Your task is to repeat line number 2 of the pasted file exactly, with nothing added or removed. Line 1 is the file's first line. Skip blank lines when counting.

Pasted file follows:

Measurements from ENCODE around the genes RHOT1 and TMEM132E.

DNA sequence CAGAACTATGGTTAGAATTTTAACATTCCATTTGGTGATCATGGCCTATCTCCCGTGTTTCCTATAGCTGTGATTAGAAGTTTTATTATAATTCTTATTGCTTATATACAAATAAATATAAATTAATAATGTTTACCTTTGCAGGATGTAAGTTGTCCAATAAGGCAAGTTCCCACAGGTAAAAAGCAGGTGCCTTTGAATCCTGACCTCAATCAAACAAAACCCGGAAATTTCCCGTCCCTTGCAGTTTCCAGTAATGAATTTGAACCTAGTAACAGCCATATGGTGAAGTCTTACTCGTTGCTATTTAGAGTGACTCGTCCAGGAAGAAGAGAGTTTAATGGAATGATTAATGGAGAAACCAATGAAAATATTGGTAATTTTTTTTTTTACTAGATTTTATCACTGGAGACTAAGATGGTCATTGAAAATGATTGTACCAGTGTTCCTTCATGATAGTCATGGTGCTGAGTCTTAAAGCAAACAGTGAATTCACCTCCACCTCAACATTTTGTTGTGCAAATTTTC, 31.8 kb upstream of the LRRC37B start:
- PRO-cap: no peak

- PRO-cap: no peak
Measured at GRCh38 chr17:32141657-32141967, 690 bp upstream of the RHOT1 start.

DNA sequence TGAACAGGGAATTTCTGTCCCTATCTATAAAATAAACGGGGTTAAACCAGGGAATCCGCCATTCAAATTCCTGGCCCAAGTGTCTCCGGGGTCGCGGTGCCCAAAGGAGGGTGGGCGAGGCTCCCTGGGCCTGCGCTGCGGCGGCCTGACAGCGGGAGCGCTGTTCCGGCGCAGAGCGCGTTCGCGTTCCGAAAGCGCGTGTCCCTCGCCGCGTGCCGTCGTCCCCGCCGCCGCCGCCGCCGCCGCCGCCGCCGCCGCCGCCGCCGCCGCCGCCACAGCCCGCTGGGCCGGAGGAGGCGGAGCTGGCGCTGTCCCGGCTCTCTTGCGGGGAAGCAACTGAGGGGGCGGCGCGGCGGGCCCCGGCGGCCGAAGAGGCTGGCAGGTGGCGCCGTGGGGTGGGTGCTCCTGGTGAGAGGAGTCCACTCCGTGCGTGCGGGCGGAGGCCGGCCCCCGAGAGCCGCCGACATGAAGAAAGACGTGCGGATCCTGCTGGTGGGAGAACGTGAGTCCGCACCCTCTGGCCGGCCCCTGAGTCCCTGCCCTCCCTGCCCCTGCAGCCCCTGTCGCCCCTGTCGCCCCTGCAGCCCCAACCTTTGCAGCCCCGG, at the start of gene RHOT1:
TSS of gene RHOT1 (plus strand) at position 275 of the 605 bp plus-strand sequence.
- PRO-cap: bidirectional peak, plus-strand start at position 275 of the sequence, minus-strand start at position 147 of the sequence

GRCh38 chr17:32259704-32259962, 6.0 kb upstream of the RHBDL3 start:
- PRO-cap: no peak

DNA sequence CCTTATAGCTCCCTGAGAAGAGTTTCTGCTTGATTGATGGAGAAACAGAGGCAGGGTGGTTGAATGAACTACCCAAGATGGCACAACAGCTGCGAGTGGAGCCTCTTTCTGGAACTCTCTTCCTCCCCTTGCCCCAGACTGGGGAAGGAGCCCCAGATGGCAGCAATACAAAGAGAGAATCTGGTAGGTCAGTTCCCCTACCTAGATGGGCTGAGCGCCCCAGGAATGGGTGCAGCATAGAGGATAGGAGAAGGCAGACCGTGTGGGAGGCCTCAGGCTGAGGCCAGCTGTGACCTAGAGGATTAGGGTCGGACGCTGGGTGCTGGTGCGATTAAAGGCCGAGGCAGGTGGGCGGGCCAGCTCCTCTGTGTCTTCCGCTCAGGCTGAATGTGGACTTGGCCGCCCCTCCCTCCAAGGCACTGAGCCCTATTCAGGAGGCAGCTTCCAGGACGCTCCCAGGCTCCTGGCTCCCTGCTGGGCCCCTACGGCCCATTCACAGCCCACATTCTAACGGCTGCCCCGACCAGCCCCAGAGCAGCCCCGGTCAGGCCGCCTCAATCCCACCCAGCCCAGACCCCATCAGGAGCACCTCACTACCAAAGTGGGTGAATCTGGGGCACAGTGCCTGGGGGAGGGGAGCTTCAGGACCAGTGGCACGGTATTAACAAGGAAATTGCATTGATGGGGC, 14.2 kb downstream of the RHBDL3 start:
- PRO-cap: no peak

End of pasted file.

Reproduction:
DNA sequence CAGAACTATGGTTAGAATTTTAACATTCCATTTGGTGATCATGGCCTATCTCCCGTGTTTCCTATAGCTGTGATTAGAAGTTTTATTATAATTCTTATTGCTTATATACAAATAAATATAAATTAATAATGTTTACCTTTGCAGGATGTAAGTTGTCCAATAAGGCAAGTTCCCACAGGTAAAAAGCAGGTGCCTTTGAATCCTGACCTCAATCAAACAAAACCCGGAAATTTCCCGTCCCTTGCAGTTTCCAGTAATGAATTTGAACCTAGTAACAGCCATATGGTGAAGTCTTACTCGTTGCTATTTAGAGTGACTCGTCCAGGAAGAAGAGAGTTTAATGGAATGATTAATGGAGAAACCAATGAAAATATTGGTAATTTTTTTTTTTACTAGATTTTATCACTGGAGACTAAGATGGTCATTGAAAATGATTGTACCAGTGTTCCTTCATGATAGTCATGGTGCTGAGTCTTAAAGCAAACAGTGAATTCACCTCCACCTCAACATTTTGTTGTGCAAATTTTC, 31.8 kb upstream of the LRRC37B start: